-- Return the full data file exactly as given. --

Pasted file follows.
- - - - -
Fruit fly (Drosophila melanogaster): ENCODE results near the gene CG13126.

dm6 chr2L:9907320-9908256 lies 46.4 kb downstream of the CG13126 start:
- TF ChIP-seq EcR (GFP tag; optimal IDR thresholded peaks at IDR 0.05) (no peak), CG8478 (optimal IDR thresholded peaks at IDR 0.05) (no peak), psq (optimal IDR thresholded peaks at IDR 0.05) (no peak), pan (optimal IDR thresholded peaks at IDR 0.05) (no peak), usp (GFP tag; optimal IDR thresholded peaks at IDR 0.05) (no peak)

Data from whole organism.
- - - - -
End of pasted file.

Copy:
Fruit fly (Drosophila melanogaster): ENCODE results near the gene CG13126.

dm6 chr2L:9907320-9908256 lies 46.4 kb downstream of the CG13126 start:
- TF ChIP-seq EcR (GFP tag; optimal IDR thresholded peaks at IDR 0.05) (no peak), CG8478 (optimal IDR thresholded peaks at IDR 0.05) (no peak), psq (optimal IDR thresholded peaks at IDR 0.05) (no peak), pan (optimal IDR thresholded peaks at IDR 0.05) (no peak), usp (GFP tag; optimal IDR thresholded peaks at IDR 0.05) (no peak)

Data from whole organism.